“I am the writing on the wall, the whisper in the classroom. Without these things, I am nothing. So now, I must shed innocent blood. Come with me.”
Today, Jenn, Lara, and Mike say their names five times in the mirror to conclude their series on generational trauma with Bernard Rose’s complicated classic, Candyman. There’s a lot lurking beneath the surface of this ’90s slasher and the conversation covers broad topics such as systemic racism, confronting privilege, and white saviors.
Together, they’ll discuss the relationship between power and monstrosity and how to hold space for the pain of racial oppression. The crew loves both Tony Todd and Virginia Madsen, but examines the problematic elements of their characters. Less complicated is the certainty that Trevor is the worst, and you should never paint your walls Pepto Bismol pink.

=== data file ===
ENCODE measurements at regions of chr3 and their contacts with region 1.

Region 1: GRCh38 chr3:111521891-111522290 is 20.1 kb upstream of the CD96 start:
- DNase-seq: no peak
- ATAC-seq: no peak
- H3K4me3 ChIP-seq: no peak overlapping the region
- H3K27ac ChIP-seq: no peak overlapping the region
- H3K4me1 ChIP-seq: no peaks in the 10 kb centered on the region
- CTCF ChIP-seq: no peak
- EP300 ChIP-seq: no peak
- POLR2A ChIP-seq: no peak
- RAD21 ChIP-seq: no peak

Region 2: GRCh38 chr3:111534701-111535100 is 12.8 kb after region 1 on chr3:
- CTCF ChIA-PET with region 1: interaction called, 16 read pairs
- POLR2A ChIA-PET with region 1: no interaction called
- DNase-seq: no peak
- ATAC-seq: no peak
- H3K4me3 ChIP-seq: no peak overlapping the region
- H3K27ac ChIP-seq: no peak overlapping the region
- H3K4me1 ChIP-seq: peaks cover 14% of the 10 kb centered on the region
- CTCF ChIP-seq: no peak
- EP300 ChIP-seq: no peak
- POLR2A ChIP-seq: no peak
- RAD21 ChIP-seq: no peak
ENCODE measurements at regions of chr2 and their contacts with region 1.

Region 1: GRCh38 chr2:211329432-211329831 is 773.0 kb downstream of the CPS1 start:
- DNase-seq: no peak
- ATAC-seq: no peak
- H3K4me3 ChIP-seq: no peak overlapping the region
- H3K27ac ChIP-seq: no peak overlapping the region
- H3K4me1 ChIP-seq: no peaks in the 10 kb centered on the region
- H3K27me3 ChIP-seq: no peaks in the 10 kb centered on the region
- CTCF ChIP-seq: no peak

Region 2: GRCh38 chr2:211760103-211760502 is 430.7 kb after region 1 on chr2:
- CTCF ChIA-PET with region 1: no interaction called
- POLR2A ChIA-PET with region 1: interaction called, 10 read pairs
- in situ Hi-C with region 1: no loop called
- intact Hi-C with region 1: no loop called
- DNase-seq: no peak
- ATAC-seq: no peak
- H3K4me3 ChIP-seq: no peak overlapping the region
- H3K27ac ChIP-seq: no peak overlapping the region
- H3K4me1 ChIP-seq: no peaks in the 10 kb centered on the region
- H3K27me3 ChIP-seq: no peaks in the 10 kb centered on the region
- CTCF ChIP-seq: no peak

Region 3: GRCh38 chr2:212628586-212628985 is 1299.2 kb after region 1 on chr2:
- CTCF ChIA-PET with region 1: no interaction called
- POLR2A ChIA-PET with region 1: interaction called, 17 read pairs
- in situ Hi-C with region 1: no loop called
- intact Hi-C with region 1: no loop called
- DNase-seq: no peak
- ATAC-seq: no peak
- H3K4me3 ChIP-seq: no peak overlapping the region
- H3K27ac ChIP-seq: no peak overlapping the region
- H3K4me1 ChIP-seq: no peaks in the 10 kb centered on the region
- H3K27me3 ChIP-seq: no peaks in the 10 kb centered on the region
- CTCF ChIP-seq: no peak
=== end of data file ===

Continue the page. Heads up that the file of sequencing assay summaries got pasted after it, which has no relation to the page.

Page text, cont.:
Stream the episode above and subscribe to the series now. Also be sure to follow the Consequence Podcast Network for updates surrounding future programming. After all, everyone’s entitled to one good scare.
— The True Villain of Candyman Isn’t the Urban Legend Himself—It’s Helen
— RACE & HISTORICAL MEMORY IN CANDYMAN
— The Writing on the Wall — Candyman and the Specter of Racial Trauma
— The Optics of Gentrification in Candyman
— Before Get Out, There Was Candyman
— How Candyman reflected the fears of urban society
— How a story about the horrors of housing projects became part of a horror movie
— They Came in Through the Bathroom Mirror
— Black Slasher Candyman draws fire over racist depictions
— Mixed Reviews with Allison & Aubrey
— Black Men Can’t Jump